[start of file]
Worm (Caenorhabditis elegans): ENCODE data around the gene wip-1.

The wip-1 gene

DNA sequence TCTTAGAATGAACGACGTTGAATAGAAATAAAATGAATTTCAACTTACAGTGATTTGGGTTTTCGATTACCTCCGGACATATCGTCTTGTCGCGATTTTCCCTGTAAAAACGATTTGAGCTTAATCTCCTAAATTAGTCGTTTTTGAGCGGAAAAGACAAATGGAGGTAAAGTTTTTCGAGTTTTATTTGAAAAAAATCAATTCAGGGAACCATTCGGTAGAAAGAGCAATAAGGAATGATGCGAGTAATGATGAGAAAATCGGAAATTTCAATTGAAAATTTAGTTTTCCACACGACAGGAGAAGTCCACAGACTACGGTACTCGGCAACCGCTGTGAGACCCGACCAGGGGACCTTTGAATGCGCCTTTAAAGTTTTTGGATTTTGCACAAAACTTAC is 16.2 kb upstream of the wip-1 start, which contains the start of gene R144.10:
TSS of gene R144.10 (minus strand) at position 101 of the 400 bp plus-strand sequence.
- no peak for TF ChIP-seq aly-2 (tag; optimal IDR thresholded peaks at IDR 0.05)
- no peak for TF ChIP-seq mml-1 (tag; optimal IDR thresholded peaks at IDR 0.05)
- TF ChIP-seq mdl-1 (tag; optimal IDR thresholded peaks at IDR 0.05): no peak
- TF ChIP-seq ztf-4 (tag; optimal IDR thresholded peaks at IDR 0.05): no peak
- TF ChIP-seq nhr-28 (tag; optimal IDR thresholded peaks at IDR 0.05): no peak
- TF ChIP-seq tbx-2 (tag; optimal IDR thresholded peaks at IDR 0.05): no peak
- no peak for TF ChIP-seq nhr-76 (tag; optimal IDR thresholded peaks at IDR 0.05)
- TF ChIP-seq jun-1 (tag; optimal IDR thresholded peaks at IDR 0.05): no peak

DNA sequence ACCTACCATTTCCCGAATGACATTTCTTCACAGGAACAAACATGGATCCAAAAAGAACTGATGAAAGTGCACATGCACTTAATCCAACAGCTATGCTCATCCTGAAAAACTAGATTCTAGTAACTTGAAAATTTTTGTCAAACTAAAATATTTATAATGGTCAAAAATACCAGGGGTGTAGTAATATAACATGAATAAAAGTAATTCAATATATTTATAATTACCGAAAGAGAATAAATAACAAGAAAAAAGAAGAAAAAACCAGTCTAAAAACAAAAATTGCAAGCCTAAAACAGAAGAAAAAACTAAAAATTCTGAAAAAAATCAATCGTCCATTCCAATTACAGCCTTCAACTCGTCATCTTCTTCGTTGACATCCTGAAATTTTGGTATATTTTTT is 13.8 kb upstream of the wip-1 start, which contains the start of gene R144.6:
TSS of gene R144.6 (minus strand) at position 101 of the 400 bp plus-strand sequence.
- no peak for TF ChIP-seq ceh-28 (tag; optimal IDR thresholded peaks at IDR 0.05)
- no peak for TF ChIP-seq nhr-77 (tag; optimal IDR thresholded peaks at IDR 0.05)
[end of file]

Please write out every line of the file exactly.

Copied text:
Worm (Caenorhabditis elegans): ENCODE data around the gene wip-1.

The wip-1 gene

DNA sequence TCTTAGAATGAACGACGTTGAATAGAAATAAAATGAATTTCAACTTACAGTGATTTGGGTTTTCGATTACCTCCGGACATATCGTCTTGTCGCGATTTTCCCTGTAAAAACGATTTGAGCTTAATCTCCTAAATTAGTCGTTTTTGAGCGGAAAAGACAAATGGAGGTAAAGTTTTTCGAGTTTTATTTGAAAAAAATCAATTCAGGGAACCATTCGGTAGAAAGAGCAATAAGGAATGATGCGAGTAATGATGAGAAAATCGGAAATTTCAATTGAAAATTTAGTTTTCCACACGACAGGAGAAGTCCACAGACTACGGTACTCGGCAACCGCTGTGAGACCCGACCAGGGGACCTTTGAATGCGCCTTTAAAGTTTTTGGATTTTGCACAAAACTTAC is 16.2 kb upstream of the wip-1 start, which contains the start of gene R144.10:
TSS of gene R144.10 (minus strand) at position 101 of the 400 bp plus-strand sequence.
- no peak for TF ChIP-seq aly-2 (tag; optimal IDR thresholded peaks at IDR 0.05)
- no peak for TF ChIP-seq mml-1 (tag; optimal IDR thresholded peaks at IDR 0.05)
- TF ChIP-seq mdl-1 (tag; optimal IDR thresholded peaks at IDR 0.05): no peak
- TF ChIP-seq ztf-4 (tag; optimal IDR thresholded peaks at IDR 0.05): no peak
- TF ChIP-seq nhr-28 (tag; optimal IDR thresholded peaks at IDR 0.05): no peak
- TF ChIP-seq tbx-2 (tag; optimal IDR thresholded peaks at IDR 0.05): no peak
- no peak for TF ChIP-seq nhr-76 (tag; optimal IDR thresholded peaks at IDR 0.05)
- TF ChIP-seq jun-1 (tag; optimal IDR thresholded peaks at IDR 0.05): no peak

DNA sequence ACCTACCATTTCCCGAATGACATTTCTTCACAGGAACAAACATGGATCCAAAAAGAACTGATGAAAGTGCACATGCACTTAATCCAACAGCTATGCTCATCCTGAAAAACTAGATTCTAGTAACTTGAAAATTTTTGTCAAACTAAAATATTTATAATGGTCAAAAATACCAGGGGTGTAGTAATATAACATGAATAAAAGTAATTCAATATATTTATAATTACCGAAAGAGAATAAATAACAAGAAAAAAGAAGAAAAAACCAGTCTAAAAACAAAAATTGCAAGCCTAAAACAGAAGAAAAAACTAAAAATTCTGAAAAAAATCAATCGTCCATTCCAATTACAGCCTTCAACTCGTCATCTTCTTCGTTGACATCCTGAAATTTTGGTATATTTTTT is 13.8 kb upstream of the wip-1 start, which contains the start of gene R144.6:
TSS of gene R144.6 (minus strand) at position 101 of the 400 bp plus-strand sequence.
- no peak for TF ChIP-seq ceh-28 (tag; optimal IDR thresholded peaks at IDR 0.05)
- no peak for TF ChIP-seq nhr-77 (tag; optimal IDR thresholded peaks at IDR 0.05)